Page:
In this sequel to his hefty 2011 treatise The Fifth Dimension, Dubliner Joseph Donnelly reiterates and seeks to refine his optimistic theories on politics, society and the unity of the human species under God.
Donnelly’s writing, however, remains largely incoherent, a fact he addresses on page 3: “I can readily accept the poor level of grammatical delivery,” he writes, noting that he nonetheless feels “open and content” with the book’s contents. “The work by sentiment and to the true value of living philosophy, will forever carry its own weight for use in the harmonious aims of all past and present political systems, standards, scientific procrastinations, ideas and or ideals.”
Give the author credit for trying to be lucid. A careful reading of these 190 pages yields some core beliefs embedded in the linguistic muddle. First, earthlings are all one species, a fact that must supersede our divisive cultural or nationalist loyalties. Second, to be “civilised,” we must be what Donnelly calls “Godsome”: faithful to monotheism in one form or another. Third, we must embrace the “double-helix” of “Fifth Dimensionism,” a vague confluence of history and religion that seeks transcendence.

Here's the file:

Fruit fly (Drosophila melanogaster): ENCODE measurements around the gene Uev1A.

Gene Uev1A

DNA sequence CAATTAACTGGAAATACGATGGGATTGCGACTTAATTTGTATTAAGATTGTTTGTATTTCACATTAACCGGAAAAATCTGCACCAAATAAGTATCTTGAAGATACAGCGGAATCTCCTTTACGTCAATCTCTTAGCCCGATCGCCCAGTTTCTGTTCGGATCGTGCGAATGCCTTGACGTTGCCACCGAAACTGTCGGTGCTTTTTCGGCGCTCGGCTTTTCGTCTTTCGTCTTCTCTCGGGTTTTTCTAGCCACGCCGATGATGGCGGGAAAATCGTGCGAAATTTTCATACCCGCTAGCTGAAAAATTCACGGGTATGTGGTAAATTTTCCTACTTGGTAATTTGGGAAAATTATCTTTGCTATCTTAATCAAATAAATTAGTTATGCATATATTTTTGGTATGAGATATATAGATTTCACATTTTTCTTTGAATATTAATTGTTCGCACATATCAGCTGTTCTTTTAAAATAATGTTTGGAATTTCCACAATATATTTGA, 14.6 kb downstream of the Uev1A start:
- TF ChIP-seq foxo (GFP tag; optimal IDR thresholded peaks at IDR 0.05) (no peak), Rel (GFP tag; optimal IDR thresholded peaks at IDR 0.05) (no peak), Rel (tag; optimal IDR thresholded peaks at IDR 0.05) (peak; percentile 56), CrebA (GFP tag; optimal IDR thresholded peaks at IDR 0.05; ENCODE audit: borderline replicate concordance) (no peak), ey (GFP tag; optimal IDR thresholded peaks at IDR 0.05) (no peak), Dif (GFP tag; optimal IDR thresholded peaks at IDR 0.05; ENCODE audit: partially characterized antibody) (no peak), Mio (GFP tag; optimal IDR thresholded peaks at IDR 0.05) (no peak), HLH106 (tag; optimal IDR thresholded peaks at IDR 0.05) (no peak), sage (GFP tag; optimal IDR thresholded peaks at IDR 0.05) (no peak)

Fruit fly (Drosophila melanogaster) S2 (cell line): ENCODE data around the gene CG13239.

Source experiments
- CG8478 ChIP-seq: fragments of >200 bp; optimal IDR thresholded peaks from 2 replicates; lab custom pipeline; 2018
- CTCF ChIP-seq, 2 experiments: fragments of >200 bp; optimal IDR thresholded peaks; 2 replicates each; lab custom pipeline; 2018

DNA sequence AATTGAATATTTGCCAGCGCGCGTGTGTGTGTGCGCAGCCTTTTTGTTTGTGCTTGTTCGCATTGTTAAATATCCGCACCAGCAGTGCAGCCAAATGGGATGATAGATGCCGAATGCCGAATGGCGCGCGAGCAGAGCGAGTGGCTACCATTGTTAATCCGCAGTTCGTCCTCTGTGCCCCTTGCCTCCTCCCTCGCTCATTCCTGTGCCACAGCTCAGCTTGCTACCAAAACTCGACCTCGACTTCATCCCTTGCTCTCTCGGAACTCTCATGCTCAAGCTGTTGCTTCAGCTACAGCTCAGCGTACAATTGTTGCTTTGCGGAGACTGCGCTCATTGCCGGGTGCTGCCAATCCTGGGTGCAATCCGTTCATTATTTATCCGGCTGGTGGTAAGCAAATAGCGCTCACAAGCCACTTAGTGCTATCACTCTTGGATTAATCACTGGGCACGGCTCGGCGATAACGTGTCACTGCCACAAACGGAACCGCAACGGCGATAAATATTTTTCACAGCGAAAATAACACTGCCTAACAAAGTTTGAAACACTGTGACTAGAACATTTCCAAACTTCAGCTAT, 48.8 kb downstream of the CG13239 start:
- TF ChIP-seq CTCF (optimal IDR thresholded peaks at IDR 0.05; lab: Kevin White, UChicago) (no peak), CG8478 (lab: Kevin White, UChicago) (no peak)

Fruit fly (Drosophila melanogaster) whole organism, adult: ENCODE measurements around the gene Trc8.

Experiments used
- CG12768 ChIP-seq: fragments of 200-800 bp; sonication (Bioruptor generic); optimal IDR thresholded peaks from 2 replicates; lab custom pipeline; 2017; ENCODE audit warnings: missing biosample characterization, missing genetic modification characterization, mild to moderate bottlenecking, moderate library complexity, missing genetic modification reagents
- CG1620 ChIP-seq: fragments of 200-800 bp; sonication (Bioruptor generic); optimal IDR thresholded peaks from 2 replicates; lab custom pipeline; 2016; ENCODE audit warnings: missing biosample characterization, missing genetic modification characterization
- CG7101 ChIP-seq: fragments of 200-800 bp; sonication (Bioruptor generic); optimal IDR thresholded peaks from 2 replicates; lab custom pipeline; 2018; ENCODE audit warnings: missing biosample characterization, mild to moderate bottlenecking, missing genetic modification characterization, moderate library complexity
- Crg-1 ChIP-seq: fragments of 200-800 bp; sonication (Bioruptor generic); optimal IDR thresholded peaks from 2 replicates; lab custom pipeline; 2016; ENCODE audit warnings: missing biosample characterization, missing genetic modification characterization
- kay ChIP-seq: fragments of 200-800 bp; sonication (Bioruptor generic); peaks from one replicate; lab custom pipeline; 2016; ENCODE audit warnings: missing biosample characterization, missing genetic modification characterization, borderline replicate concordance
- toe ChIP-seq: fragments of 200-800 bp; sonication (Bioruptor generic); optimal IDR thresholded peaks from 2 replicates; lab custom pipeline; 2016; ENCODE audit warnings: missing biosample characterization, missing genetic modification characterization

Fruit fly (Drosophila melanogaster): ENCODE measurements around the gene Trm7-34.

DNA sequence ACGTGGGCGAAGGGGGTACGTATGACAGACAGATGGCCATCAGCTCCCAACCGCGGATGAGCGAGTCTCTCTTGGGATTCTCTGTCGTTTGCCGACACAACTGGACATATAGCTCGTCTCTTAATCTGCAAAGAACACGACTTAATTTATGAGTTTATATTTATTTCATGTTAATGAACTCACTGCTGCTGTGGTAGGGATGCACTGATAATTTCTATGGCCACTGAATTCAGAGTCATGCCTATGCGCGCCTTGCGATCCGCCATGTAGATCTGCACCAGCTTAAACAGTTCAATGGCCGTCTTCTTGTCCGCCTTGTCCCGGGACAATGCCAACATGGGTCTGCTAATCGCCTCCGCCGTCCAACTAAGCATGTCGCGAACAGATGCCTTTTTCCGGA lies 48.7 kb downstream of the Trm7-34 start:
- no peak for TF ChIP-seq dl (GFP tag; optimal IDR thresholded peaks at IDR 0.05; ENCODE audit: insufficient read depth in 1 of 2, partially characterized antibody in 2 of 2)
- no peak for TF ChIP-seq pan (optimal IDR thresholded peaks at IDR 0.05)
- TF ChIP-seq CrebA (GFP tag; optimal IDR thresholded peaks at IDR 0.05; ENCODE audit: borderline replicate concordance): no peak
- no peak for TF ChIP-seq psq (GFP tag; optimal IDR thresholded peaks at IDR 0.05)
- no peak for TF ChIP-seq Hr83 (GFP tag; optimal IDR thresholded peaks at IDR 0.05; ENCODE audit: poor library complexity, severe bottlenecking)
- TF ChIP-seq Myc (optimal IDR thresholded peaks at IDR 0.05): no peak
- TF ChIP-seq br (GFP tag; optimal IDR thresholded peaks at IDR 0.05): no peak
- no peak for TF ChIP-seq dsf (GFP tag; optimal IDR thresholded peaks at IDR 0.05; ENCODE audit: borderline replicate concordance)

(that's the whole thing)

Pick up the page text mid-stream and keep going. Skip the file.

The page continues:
Mostly, though, the book is confounding. Here is Donnelly’s summary of the book’s titular notion: “Accepting blame as we should tribally, racially, nationally or internationally, is ours at hand. But always remembering from coating those slotted differences with the religious attitude of being Godsome. Also enters us into a bigger arena. Whereby we; the only species ever in the entire universe, have called to the possibility of the future belonging to us!”
Donnelly is obviously man of great faith, and that is his strength. His narrative, however, is largely indecipherable and will mostly serve to frustrate readers who attempt to decode his thoughts.
Also available in hardcover and ebook.